LD:There is no question the whole solunar deal is for real. I don’t like the full moon, but 3 days on either side is usually good.If you’re fishing species that use flats and run in and out on the tide cycles, often the big tides of spring and fall can be great, especially for permit.I’ve found that if local weather and water conditions are stable the major solunar periods are remarkably consistent in terms of best activity of the day. Especially if the majors occur at dusk or dawn. Check out the book, “Moon UP, Moon Down”, by John Alden Knight.

xtrachewy:I’ve seen you throw some very interesting big baits for the exotics most of which looked homemade and unique. How long have you been making fishing lures and do you see an advantage to fishing something unique?

a variation of the Dahlberg Diver that Larry developed in the 70’s

LD:I’ve been making lures/flies for over 50 years. If you are tuned into the water and the fish, and are objective enough to actually observe what it is that makes them respond, especially in heavily fished water it is an ENORMOUS advantage

xtrachewy: Are there any tips you can give guys that want to start out making their own baits?

LD:The best advice is that number one, it’s what it does in the water, not what it looks like in your hand that matters most.Think of each category of lures as a tool that achieves a specific purpose, not an art object to enter in the county fair. I’ve been asked several times to be a “judge” for fly tying contests. How hilarious is that! The only possible judge has to be the fish itself!!

xtrachewy:I’ve read you are going to create a lure making dvd any ideas as to when that will be released?

LD:Hoping to shoot the final stuff today and should be done editing it before the end of this week. Hope to have it on the website as soon as it’s done.

Larry with a monster Minneasota frog fish…sorry guys the frog is still a prototype

xtrachewy:During the course of your show I notice you use a range of rods/reels for throwing big baits… what is your favorite all around combo for casting bigger 1-4oz plugs in the freshwater?

LD:My favorite all around reel is the Curado 300. 1-4 ounces is too big a range for one favorite rod.

xtrachewy:Do you prefer braid or mono when throwing big baits? do you ever tie shock leaders if so under what conditions and what knots do you use?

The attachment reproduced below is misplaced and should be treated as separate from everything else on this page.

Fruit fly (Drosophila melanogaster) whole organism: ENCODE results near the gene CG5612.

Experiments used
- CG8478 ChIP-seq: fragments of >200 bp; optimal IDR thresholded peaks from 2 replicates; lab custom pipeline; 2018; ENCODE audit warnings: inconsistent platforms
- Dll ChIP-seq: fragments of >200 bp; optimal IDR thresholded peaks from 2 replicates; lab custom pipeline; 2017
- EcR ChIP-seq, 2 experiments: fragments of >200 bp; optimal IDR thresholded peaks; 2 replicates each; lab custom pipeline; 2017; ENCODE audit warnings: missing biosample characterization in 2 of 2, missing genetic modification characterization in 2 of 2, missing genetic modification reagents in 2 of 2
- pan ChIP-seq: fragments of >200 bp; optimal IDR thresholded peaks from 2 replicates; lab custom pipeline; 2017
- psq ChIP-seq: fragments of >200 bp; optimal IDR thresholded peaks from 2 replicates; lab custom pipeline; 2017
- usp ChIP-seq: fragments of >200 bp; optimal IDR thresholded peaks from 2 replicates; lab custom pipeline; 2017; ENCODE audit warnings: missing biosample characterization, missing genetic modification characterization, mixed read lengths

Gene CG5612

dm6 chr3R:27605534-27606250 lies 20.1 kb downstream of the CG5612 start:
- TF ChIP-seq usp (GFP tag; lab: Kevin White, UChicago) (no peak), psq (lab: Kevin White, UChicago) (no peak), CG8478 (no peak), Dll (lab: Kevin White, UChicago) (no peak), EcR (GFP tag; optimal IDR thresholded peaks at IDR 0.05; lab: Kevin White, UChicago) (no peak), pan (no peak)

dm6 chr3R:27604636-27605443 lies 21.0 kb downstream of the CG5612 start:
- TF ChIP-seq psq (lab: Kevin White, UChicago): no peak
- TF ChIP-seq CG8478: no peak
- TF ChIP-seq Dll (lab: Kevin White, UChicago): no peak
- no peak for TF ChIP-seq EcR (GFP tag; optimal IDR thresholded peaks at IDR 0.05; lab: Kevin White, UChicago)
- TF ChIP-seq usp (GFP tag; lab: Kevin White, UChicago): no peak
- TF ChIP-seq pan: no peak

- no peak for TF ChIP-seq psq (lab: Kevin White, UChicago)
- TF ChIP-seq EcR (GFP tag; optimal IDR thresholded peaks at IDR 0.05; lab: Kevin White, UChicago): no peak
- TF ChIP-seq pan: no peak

LD:I use braid 99% of the time for big baits. Usually 65#. I use either wire or hard mono which I attach with either double uni knots, twist melt, or crimps,snaps and barrel swivels depending on the situation.

xtrachewy:With the many hours and casts it takes to find success as a trophy anlger what are a few inspirational tips you can give guys that are trying to go out and throw bigger baits targeting trophy fish?

LD:With each cast you make you are one cast closer to your next bite.

xtrachewy:And last but not least I’ve read that when you pass on you have left instructions to have your remains made into lures, fished, and then snipped once a fish hits is there any truth to this?

LD:Yes, but I only want to be broken off if the lure gets hung up. I want the lure to be fished to death, or used until a fish gets it fair and square. No snipping. I’d starve to death or die of thirst before I cut the line on a fish.

I’d like to thank Mr. Dahlberg for lending his time and perspective for this interview.

Larry would like to thank Jack Links Snack foods, Shimano and Costa Del Mar for continuing to support his efforts. Without their continued support I’d not be in business. Due to  Sufix and Rapala abrogating a 2 year television contract, unless I can find a sponsor to replace them, there’s a 50/50 chance or better you’ve seen the last season of the Hunt For Big Fish.

Most of the cutting edge destinations I’ve either filmed, discovered, (or both) can be accessed by contacting Steve Yatomi at Adventure Travel Alliance.

Osaka Fishing Show part 3

This is the last of the eye candy, enjoy!

No details are overlooked in the Vagabond camp.

great lookin’ crawdad bait and an even better looking dog bait!

the big 10″ & 12″ King Hustlers are looking extra chewy

can never have enough hollow bodied baits to choose from

I bet these baits cast a mile..

some interesting paddle tails coming out of France

It’s great to see the double paddle on the Stella. I remember when the Spirex came out with this feature.

The New Revo Elite fitting right in on the big island

the Revo Salty sportin’ a sharp lookin’ handle/grip combo

some interesting UV colored finesse baits

I’d like to thank David Mery of Reins Pro Staff and French Touch Fishing for the pictures and insight. David lives in Paris,France and is a die hard multi species fisherman who also fishes tournaments. He was fortunate enough to fly over to the Osaka show and fish Biwa with fellow staffers. Merci beaucoup copain!

Osaka Fishing Show part 2

Duel spared no expense for the show with their massive displays

good lookin’ trout and ghost patterns from the Zip Baits camp

some beautiful patterns from Combat Lures!

looks like Combat has introduced a new Royalflash Jr….such a great name for a bait

this lure looks like an interesting concept….possibly similar to the Greg Silks Z-Plug?

interesting big bait from NorthCraft wondering if this is a floater or sinker?

some tasty lookin’ jigs..

tungsten making its rounds

the Crankin’ Frog sounds very interesting!

stay tuned there’s more to come!